SHANGHAI • It is a journey to the west - specifically China - for Hollywood talent.
American actors are heeding the call to get a headstart on others in the booming Chinese movie market by inking deals to appear in Chinese productions targeting primarily the Chinese market.
The latest example is the presence of Oscar winner Michael Douglas in Animal World, which is now topping the Chinese box office.
He plays a villain in the thriller from Beijing-based studio Enlight Media. Adapted from a Japanese comic book, the movie - which stars pop idol Li Yifeng and A-list actress Zhou Dongyu - netted US$38 million (S$52 million) over the weekend, kicking off China's summer blockbuster season.
Once, the biggest Chinese movie stars, such as action superstar Jackie Chan and director John Woo, went east to the United States to further cement their standing globally.
According to The Hollywood Reporter, the tide has now turned the other way.
Michael Pitt, whose track record includes television crime series Boardwalk Empire (2010 to 2014), was cast in Wanda Pictures' comedy Detective Chinatown 2 (2018), which earned US$544 million in China.
Frank Grillo, seen in the 2016 blockbuster Captain America: Civil War, provided the bad-guy menace in Wolf Warrior 2 (2017), China's biggest smash hit at US$870 million.
Coming up: Bruce Willis and Adrian Brody in Unbreakable Spirit, a China Film Group big-budget release about the Japanese bombing of Chongqing in World War II.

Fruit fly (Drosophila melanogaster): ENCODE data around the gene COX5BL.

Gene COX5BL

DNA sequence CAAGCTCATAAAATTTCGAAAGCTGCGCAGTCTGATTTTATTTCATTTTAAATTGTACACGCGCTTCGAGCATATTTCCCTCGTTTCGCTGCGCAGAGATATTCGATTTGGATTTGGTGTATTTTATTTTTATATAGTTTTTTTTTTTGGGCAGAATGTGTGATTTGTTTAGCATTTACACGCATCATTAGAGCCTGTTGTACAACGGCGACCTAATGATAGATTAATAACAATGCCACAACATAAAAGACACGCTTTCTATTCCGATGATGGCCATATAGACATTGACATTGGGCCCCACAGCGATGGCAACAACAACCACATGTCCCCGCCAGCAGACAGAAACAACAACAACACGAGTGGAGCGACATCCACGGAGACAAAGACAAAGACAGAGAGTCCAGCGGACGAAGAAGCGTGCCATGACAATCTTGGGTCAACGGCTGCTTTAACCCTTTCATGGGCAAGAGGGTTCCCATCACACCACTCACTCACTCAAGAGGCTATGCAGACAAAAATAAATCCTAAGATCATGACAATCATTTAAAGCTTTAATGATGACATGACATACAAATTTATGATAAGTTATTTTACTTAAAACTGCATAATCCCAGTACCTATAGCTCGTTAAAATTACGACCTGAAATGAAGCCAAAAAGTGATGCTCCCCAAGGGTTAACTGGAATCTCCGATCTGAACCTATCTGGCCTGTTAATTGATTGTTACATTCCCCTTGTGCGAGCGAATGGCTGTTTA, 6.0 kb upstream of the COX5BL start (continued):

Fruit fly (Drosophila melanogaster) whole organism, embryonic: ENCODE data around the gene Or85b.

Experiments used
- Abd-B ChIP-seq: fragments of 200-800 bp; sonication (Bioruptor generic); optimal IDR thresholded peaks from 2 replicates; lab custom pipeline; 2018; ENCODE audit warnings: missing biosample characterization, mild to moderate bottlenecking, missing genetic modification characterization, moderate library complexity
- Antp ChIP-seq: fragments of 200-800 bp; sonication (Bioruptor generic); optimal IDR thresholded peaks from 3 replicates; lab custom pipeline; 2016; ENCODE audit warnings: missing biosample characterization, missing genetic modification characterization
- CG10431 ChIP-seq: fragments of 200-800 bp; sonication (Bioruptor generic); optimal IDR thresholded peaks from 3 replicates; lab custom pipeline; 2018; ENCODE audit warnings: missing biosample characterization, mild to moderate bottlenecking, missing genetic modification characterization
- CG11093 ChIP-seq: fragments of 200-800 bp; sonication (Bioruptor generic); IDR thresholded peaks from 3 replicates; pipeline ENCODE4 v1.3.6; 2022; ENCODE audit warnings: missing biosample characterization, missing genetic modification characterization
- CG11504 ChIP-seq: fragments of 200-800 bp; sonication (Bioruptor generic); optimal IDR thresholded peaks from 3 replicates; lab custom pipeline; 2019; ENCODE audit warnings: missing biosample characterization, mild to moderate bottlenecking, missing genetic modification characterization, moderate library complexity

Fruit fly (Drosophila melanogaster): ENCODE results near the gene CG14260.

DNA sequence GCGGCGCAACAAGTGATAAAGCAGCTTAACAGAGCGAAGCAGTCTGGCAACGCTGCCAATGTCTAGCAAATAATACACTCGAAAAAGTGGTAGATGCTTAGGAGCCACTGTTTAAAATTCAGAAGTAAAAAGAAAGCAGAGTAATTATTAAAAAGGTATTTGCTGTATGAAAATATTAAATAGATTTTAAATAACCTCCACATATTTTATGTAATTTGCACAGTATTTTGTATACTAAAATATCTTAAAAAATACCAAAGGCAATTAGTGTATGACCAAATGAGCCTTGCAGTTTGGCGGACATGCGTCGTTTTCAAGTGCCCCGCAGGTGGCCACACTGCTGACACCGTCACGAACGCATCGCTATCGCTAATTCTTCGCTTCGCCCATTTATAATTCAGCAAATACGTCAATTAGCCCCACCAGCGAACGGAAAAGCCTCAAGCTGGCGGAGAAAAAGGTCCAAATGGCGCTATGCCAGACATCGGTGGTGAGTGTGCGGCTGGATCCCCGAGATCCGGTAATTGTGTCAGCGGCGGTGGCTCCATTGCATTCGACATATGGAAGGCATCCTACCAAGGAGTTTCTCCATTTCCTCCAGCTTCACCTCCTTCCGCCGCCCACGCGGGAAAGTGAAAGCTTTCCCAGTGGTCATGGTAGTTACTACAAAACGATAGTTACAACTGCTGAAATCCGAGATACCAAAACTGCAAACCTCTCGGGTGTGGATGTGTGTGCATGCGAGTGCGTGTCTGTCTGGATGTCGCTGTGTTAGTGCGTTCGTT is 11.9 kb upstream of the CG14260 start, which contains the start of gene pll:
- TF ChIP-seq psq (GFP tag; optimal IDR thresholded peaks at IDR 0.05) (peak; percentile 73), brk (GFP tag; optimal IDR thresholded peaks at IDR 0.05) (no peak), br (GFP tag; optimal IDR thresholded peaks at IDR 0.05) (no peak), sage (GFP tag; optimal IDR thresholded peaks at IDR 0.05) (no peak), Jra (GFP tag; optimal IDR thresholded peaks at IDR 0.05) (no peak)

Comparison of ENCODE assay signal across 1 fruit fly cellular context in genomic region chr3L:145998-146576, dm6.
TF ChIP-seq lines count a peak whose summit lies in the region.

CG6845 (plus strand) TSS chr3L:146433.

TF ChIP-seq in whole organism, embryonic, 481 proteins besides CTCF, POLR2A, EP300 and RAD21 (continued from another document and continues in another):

While Hollywood movies continue to reign in China, they are subject to an annual quota, leaving the field wide open to domestic releases to hit the jackpot too.
But investors - aware that cinemagoers, spoilt by choice, are increasingly demanding higher standards - know that they cannot cut corners. Hence, production budgets have hiked.
The first Detective Chinatown film cost US$15 million in 2015, but its 2018 sequel was made for more than US$60 million.
A movie also needs other talent and Hollywood has an ample supply. With more money at their disposal, Chinese movie-makers are also tapping professionals from cinematographers to special-effects specialists.
"There aren't enough below-the-line professionals in China to meet the demand of the market and the growing number of domestic productions," Mr Jonah Greenberg told The Hollywood Reporter.
Previously head of CAA China, he now runs his own production company in Beijing.
"If you're a Chinese producer, studio or film financier and you want a department head with real experience, then you probably will need to look elsewhere because there just aren't enough to go around here."
But most viewers will probably care more about the actors being cast, with the recent announcement of Chan pairing up with wrestling icon-actor John Cena for a China-made thriller one more example of a Hollywood actor going west.